Thursday, March 19, 2009


The difficult thing here is not to dig down to the ground; no, it is to recognize the ground that lies before us as the ground.

For the ground keeps giving us the illusory image of a greater depth, and when we seek to reach this, we keep on finding ourselves on the old level.

Our disease is one of wanting to explain.

Ludwig Wittgenstein, Remarks on the Foundations of Mathematics, section VI-31

So the logic of explicaiton calls for the principle of a regression ad infinitum: there is no reason for the redoubling of reasonings ever to stop. 
. . .
Explication is not necessary to remedy an incapacity to understand. On the contrary, that very incapacity provides the structuring fiction of the explicative conception of the world. It is the explicator who needs the incapable and not the other way around; it is he who constitutes the incapable as such. To explain something to someone is first of all to show him that he cannot understand it by himself. Before being the act of the pedagogue, explication is the myth of pedagogy, the parable of a world divided into knowing minds and ignorant ones, ripe minds, and immature ones, the capable and the incapable, the intelligent and the stupid.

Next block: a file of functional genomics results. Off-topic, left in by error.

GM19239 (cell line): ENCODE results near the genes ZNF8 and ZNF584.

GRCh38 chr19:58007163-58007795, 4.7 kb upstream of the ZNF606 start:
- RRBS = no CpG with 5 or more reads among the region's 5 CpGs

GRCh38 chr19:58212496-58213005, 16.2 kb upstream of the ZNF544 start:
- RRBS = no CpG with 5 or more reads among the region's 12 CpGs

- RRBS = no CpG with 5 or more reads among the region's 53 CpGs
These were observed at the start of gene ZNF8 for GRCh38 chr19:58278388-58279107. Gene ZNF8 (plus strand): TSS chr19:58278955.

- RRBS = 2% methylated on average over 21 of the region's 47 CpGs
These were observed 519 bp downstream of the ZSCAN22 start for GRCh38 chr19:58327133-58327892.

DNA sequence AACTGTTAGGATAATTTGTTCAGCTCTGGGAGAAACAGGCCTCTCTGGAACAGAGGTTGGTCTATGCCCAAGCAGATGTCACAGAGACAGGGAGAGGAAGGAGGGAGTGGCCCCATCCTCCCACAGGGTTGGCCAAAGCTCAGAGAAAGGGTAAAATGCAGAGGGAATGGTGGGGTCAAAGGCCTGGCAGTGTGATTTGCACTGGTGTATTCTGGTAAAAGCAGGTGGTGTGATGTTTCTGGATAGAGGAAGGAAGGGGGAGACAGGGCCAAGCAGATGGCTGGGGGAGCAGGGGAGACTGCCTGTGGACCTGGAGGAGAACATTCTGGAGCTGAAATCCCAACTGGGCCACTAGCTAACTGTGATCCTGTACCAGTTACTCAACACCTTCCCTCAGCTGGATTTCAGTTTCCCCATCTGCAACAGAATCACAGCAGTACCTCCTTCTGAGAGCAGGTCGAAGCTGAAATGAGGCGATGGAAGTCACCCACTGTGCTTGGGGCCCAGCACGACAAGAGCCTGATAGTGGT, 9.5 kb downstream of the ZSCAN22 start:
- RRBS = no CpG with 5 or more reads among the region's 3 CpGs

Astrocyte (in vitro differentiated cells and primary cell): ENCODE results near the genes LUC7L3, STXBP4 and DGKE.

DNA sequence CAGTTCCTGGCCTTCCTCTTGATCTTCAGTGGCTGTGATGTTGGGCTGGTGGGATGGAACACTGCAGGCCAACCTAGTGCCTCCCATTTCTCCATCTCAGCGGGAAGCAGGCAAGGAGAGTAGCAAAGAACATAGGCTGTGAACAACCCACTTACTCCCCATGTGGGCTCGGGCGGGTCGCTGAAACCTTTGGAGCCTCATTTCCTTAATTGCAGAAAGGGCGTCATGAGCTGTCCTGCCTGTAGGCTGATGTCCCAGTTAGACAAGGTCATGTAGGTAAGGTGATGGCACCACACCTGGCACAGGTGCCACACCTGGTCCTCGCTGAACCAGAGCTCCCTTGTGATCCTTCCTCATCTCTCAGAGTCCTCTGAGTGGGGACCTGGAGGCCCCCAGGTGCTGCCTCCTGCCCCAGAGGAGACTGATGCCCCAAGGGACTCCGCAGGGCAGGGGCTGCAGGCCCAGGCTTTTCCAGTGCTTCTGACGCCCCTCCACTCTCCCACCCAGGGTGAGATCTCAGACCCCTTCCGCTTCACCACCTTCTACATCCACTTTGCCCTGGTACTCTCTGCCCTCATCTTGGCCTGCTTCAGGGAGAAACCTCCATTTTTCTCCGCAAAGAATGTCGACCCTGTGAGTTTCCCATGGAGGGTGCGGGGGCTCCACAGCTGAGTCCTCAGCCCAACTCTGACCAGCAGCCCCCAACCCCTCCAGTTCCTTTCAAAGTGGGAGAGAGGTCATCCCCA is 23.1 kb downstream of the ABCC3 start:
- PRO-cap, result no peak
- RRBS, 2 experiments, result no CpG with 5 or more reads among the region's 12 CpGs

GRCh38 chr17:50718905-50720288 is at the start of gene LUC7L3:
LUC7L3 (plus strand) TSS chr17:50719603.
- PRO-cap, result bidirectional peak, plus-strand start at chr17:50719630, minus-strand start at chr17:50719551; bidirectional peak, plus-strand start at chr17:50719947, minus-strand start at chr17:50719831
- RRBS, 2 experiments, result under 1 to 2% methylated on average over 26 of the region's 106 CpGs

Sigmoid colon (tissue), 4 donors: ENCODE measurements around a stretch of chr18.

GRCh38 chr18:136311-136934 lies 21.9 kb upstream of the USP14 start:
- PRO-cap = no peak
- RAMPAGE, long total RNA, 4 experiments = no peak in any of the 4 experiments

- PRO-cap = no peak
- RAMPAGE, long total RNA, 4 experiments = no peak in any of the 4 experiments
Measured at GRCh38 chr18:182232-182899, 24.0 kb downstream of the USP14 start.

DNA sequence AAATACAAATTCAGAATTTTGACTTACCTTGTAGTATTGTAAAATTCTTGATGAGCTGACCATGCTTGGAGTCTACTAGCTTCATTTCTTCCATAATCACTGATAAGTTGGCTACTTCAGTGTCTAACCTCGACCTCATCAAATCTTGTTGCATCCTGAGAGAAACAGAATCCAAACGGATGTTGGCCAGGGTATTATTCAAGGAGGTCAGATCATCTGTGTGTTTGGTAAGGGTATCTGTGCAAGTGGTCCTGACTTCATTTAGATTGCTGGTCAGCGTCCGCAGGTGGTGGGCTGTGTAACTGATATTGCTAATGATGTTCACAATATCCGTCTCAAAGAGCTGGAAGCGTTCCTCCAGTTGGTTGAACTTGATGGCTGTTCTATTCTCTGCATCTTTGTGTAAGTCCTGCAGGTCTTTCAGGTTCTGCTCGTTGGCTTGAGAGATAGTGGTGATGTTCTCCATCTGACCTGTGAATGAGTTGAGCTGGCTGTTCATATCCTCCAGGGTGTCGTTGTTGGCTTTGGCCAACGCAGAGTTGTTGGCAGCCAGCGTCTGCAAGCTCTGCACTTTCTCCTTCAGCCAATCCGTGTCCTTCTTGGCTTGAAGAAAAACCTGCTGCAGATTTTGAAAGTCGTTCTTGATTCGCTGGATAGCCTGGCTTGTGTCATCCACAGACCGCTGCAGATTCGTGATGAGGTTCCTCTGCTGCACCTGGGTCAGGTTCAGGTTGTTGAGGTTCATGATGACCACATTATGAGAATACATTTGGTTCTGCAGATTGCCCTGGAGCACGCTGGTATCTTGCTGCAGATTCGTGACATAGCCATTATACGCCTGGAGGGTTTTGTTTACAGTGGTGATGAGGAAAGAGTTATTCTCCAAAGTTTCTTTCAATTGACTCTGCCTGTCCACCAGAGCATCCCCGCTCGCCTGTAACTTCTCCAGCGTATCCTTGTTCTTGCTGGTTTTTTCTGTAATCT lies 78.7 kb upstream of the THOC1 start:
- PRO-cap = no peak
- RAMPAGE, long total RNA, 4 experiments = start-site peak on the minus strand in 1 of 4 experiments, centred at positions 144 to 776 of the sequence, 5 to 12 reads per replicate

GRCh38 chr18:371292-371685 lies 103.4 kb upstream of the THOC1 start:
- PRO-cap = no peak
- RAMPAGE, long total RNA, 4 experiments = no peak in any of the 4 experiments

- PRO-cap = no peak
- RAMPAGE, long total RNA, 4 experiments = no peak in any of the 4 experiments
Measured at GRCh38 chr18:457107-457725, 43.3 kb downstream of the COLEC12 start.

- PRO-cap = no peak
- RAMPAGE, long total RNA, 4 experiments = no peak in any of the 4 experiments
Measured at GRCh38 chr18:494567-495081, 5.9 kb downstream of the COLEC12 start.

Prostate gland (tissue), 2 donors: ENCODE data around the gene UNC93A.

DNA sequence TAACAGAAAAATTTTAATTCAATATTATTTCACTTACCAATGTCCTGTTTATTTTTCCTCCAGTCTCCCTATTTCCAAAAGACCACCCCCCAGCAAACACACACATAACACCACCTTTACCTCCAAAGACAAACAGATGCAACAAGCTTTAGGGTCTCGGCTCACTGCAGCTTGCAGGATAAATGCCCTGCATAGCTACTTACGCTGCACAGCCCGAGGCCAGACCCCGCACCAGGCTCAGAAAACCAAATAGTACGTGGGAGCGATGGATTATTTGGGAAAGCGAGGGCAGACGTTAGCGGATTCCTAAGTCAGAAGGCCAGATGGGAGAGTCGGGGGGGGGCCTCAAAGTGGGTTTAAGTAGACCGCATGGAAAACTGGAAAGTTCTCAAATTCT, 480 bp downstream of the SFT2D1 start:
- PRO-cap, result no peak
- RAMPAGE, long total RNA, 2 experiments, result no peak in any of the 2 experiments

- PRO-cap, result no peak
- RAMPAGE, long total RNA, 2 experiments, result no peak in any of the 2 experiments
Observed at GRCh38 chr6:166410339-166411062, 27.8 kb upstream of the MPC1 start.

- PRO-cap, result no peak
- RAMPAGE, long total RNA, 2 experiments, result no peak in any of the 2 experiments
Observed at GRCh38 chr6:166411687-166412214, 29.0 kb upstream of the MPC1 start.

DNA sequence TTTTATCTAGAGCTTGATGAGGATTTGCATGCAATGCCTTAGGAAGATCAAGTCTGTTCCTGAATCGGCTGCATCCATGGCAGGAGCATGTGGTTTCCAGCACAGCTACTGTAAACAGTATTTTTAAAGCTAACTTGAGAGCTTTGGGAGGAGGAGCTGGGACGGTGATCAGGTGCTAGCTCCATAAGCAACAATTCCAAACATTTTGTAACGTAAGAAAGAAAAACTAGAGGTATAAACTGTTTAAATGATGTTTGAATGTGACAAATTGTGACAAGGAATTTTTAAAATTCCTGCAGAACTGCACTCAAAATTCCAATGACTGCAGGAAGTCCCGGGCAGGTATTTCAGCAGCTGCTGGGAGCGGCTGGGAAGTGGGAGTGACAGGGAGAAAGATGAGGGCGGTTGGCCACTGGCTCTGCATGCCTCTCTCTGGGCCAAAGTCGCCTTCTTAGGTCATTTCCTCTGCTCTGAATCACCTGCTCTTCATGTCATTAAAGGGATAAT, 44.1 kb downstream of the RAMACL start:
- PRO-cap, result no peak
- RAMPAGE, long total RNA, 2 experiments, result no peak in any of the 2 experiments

Jaques Ranciere, The Ignorant Schoolmaster: Five Lessons in Intellectual Emancipation 

Mathematics educators generally spend a lot of their time explaining. The standard view holds that the best educators are the ones who are good at unpacking and breaking down difficult concepts. However, as the quotes above suggest, there are those who think that an emphasis on explaining is a problem both for mathematics and for education. For Wittgenstien, the perpetual search for explanations in mathematics leads towards a foundational morass and away from the reality of mathematical practice. Ranciere identifies the process of explanation with one of stultification that leads away from intellectual emancipation. This contrarian view suggests that mathematics itself, and the learning of mathematics, is experienced and revealed only in the act of doing mathematics.